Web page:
The movie Joker makes a good case that many criminals are created by circumstances, like mental illness, abuse and lack of support from society and other people. I still believe in some form of free will and moral responsibility of an individual, but criminals are also to some extent just unlucky.
You could study subjects, read books, watch movies and play video games, provided that these things are available. But I personally think that Buddhism is particularly optimized for solitary life, so I'd meditate, observe my mind and try to develop it and read Buddhist teachings. Other religions could also work, at least Christianity has had hermits.
What would you say is the core message of the Sequences? Naturalism is true? Bayesianism is great? Humans are naturally very irrational and have to put effort if they want to be rational?
I've read the Sequences almost twice, first time was fun because Yudkowsky was optimistic back then, but during the second time I was constantly aware that Yudkowsky believes along the lines of his 'Death with dignity' post that our doom is virtually certain and he has no idea how to even begin formulate a solution. If Yudkowsky, who wrote the Sequences on his own, who founded the modern rationalist movement on his own, who founded MIRI and the AGI alignment movement on his own, has no idea where to even begin looking for a solution, what hope do I have? I probably couldn't do anything comparable to those things on my own even if I tried my hardest for 30 years. I could thoroughly study everything Yudkowsky and MIRI have studied, which would be a lot, and after all that effort I would be in the same situation Yudkowsky is right now - no idea where to even begin looking for a solution and only knowing which approaches don't work. The only reason to do it is to gain a fraction of a dignity point, to use Yudkowsky's way of thinking.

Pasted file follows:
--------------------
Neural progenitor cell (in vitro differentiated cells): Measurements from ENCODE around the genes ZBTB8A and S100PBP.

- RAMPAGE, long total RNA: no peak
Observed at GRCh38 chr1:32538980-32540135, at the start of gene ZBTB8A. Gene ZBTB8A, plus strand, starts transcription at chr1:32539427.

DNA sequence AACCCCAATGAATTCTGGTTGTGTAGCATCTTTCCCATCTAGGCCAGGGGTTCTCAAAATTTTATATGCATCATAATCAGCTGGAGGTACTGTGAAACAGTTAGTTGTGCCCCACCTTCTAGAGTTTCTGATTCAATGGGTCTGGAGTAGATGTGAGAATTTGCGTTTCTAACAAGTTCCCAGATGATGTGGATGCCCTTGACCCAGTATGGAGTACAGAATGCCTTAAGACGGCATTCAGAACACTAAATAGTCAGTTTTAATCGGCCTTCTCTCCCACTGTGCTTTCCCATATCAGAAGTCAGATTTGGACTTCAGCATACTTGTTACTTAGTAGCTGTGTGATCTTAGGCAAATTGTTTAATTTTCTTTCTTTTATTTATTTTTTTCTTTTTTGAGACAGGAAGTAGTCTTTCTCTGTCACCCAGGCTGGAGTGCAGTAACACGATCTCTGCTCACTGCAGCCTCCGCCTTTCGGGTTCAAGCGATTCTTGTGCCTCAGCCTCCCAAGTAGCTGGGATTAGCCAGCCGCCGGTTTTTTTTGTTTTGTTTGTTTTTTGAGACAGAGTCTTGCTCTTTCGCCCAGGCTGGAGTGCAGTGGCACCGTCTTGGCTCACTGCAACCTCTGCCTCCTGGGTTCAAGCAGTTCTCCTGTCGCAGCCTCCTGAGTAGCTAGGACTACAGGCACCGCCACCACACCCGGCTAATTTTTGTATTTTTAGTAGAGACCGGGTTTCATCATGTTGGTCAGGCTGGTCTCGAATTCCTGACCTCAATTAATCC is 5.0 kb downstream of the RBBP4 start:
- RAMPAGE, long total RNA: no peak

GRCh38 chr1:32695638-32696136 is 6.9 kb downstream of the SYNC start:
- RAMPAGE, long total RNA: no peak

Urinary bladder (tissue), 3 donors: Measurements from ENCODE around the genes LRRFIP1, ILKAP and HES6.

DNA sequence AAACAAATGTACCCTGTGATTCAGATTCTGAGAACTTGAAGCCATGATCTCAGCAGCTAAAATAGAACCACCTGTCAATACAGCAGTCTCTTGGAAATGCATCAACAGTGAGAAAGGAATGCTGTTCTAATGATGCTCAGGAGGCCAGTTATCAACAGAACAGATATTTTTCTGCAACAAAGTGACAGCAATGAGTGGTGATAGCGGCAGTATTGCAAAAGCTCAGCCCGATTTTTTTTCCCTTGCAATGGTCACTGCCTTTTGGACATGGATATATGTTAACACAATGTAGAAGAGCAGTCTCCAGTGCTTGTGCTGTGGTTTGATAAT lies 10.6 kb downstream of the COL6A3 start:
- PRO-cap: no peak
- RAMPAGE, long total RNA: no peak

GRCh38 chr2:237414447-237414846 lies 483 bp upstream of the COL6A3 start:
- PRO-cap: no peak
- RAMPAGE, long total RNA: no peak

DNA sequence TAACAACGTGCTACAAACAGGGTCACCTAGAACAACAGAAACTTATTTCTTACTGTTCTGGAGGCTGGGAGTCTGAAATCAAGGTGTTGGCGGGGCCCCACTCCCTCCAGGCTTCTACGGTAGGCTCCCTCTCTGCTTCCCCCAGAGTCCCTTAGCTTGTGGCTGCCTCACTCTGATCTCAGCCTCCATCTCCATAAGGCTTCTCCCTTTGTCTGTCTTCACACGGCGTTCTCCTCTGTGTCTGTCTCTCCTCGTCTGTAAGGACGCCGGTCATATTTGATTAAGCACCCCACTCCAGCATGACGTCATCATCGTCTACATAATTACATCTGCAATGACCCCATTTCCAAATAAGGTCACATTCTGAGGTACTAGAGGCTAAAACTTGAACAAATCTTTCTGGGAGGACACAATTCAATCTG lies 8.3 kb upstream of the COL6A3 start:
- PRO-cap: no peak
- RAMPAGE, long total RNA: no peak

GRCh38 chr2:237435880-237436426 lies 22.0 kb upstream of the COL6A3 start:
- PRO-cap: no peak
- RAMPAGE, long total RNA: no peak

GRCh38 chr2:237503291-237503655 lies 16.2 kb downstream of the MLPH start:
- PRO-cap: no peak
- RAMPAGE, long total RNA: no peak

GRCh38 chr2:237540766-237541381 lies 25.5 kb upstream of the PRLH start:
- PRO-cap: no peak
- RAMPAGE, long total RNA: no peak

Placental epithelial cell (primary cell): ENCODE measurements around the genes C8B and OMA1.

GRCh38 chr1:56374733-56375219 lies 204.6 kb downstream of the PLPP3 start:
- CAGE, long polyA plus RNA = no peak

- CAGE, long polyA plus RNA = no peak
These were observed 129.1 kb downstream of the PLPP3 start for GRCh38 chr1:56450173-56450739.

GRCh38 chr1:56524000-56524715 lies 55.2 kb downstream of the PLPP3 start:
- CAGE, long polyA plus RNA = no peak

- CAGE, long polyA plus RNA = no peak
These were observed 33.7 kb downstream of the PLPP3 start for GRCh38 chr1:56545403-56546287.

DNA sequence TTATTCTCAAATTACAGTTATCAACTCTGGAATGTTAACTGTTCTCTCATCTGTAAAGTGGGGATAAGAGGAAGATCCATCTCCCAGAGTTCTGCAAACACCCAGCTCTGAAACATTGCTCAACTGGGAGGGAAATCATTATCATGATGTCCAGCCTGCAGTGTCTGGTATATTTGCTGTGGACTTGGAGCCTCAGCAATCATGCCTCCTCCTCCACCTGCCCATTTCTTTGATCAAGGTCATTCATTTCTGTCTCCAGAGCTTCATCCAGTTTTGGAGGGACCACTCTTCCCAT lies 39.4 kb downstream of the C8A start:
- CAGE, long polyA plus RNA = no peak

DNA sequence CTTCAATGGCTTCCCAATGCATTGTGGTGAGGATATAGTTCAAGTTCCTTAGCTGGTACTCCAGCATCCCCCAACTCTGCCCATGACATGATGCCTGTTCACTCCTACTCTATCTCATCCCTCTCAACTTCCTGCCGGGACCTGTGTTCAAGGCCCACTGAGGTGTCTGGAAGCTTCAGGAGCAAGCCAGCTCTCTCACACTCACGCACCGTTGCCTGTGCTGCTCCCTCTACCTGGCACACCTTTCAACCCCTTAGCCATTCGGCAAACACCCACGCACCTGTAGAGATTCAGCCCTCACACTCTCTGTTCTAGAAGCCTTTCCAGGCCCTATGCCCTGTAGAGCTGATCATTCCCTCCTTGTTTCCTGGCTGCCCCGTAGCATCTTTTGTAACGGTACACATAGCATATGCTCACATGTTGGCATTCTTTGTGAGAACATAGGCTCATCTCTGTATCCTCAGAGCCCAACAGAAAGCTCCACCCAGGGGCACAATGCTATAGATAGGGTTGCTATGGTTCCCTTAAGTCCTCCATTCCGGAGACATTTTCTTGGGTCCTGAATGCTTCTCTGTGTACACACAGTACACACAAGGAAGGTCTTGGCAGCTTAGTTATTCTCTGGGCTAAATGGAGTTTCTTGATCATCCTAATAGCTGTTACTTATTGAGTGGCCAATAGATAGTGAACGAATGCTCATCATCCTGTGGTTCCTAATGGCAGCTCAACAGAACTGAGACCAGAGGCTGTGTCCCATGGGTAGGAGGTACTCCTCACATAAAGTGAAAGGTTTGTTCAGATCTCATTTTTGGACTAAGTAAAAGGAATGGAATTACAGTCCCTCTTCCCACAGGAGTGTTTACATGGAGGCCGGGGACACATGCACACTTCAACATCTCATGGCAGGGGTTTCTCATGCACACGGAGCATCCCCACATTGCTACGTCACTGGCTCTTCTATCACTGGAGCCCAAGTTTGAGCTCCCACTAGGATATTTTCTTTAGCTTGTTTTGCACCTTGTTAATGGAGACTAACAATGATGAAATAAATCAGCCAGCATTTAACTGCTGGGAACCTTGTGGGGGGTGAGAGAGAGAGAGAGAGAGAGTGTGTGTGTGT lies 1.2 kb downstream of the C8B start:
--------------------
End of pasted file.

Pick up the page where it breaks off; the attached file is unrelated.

To be clear, I don't have a fixed model in my head about AI risk, I think I can sort of understand what Yudkowsky's model is and I can understand why he is afraid, but I don't know if he's right because I can also sort of understand the models of those who are more optimistic. I'm pretty agnostic when it comes to this subject and I wouldn't be particularly surprised by any specific outcome.
I've been studying religions a lot and I have the impression that monasteries don't exist because the less fanatic members want to shut off the more fanatic members from rest of society so they don't cause harm. I think monasteries exist because religious people really believe in the tenets of their religion and think that this is the best way for some of them to follow their religion and satisfy their spiritual needs. But maybe I'm just naive.
Does anyone here know why Center for Human-Compatible AI hasn't published any research this year even though they have been one of the most prolific AGI safety organizations in previous years?
How tractable are animal welfare problems compared to global health and development problems?
I'm asking because I think animal welfare is a more neglected issue, but I still donate for global health and development because I think it's more tractable.
Center for Reducing Suffering is longtermist, but focuses on the issues this article is concerned about. Suffering-focused views are not very popular though, and I agree that most longtermist organizations and individuals seem to be focused on future humans more than future non-human beings, at least that's my impression, I could be wrong. Center on Long-Term Risk is also longtermist, but focused on reducing suffering among all future beings.
Thank you for answering, your reasoning makes sense if longterm charities have a higher expected impact when taking into account the uncertainty involved.
Thank you for answering, I subscribed to that tag and I will take a closer look at those threads.
The Myth of Artificial Intelligence: Why Computers Can’t Think the Way We Do by Erik J. Larson wasn't mentioned.